- February 12, 2020
- 7:00 pm
California Institute of Integral Studies
1453 Mission Street
San Francisco, CA 94103
Nonviolence was once considered the highest form of activism and radical change, yet its basic truth—its restorative power—has been forgotten.
With over 20 years of experience practicing and teaching Kingian Nonviolence, leading trainer Kazu Haga offers a practical approach to societal conflict first practiced by Dr. Martin Luther King Jr. during the Civil Rights Movement, which has been developed into a fully workable, step-by-step training, and deeply transformative philosophy (as utilized by the Women’s March and Black Lives Matter movements). Kingian Nonviolence takes on the timely issues of endless protest and activist burnout and presents tried-and-tested strategies for staying resilient, creating equity, and restoring peace. In his latest book Healing Resistance, Kazu blazingly reclaims the energy and assertiveness of nonviolent practice and shows that a principled approach to nonviolence is the way to transform not only unjust systems but broken relationships.
Join Sonya Shah, CIIS professor and restorative justice expert, for a conversation with Kazu about his life, Kingian Nonviolence, and his latest book, Healing Resistance. Learn practical approaches and steps to continue to engage in activist and radical movements while staying whole and centered.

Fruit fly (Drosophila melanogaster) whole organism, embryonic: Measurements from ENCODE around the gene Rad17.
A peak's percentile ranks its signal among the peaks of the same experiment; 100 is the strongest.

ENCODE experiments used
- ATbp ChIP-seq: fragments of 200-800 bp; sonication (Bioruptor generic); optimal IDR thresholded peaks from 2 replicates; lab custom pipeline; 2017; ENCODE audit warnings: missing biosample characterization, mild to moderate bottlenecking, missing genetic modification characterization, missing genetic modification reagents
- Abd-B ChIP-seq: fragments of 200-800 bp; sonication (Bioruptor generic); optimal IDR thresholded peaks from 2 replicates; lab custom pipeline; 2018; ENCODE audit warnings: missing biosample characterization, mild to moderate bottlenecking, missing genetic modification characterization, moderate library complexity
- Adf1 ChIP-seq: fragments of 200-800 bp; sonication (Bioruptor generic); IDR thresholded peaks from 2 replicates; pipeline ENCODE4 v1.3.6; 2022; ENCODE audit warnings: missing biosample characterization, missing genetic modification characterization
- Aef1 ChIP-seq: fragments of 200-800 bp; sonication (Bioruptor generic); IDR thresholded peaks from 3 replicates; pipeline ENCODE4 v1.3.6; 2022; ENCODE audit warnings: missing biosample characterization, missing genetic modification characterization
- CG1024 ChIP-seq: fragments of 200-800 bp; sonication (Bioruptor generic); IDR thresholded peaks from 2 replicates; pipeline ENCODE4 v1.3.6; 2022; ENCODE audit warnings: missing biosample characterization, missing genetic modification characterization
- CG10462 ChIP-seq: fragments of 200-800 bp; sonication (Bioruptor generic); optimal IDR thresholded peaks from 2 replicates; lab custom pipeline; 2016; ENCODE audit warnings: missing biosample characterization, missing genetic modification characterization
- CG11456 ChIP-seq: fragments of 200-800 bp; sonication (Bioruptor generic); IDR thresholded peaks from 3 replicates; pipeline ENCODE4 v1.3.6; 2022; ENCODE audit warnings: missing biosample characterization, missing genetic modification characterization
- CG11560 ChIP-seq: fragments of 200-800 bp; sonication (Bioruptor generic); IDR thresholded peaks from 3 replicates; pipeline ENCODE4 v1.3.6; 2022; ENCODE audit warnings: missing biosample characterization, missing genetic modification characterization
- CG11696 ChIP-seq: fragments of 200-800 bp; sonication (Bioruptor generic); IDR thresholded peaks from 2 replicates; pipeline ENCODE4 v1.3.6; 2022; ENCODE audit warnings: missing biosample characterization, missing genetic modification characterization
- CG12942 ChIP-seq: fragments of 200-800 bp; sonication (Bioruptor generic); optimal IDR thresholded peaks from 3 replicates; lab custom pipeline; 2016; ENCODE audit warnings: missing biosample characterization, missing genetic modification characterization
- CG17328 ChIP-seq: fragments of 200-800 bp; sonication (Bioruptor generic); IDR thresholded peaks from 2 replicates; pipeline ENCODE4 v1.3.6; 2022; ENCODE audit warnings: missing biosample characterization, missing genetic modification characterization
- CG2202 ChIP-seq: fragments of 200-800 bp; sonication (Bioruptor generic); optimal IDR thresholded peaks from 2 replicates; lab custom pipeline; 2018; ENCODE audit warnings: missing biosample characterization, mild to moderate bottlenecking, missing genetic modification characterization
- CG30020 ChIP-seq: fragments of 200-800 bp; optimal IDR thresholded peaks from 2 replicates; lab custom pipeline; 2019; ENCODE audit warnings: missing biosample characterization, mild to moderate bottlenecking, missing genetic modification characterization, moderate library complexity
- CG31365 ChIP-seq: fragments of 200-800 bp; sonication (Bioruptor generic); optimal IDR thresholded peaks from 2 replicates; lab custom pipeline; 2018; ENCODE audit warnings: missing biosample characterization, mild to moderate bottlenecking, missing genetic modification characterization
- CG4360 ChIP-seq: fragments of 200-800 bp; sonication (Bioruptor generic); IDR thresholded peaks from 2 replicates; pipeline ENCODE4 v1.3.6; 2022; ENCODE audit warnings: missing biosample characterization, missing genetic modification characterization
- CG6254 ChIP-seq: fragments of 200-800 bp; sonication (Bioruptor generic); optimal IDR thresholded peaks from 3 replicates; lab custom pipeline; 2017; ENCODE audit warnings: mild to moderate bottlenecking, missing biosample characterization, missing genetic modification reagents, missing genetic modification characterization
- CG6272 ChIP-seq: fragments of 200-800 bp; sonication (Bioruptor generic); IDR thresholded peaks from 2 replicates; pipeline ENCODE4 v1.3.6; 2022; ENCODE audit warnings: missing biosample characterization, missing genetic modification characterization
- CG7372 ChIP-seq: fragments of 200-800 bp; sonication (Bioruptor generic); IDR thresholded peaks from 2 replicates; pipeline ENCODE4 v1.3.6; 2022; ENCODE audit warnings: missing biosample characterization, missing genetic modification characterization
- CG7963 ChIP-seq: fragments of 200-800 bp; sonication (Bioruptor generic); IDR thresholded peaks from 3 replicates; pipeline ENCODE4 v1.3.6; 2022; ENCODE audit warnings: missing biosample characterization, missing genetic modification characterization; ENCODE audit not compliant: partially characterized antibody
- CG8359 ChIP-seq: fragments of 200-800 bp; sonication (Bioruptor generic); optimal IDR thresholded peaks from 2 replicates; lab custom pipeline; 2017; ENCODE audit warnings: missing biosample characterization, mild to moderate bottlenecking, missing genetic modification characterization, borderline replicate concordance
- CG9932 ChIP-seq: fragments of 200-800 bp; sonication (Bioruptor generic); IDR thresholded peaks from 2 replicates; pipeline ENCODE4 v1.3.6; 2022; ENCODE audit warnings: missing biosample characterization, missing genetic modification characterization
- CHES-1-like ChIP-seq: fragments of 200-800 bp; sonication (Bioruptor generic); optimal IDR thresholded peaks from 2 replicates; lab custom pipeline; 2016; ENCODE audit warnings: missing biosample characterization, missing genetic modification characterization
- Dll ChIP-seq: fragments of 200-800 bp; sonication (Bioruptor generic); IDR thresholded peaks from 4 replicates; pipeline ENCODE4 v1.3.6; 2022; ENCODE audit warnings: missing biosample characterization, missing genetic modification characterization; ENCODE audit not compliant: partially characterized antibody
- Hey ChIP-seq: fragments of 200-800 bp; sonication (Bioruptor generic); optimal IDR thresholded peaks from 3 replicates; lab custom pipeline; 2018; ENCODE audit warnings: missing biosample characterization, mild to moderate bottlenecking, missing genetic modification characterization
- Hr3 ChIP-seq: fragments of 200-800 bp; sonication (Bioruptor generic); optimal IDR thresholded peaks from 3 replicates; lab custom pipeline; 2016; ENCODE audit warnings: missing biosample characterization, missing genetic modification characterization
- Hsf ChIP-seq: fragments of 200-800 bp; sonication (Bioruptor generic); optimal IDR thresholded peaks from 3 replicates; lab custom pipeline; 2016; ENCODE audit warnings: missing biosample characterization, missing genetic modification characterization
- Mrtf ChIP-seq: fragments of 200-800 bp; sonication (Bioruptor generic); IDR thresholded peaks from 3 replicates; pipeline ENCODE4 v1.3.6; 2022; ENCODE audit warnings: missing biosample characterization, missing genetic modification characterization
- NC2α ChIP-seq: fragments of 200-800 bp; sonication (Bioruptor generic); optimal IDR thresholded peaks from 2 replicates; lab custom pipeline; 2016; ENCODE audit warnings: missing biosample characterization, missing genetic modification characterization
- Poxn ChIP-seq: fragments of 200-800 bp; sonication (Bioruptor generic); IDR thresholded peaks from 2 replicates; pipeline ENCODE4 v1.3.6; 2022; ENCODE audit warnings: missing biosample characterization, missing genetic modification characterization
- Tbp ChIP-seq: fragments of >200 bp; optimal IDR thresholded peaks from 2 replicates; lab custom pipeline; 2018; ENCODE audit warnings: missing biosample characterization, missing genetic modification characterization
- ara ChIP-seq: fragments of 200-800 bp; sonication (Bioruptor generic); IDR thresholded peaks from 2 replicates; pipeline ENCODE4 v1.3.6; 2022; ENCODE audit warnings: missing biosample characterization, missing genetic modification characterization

Kazu Haga is the founder of the East Point Peace Academy, a core member of the Ahimsa Collective, and the author of Healing Resistance: A Radically Different Response to Harm. Kazu teaches various aspects of nonviolence, restorative justice, and mindfulness. Born in Tokyo, Japan, Kazu has been engaged in social change work since the age of 17, and has played leading roles in various social movements. Kazu works to empower incarcerated communities, young people and activists around the country. Kazu currently resides in Oakland, CA.
Sonya Shah is an associate professor at California Institute of Integral Studies in the School of Undergraduate Studies. In 2016, Sonya initiated The Ahimsa Collective – an organization that works to respond to harm in ways that foster wholeness for everyone. Central to her core values are nurturing community belonging and collective care, healing, compassion, love and transforming harm. Sonya is a Buddhist, a first-generation immigrant from the Northwestern part of India and feels most at home in nature. Sonya has two amazing children who remind her what it means to be in love all of the time. Sonya currently resides in northern California.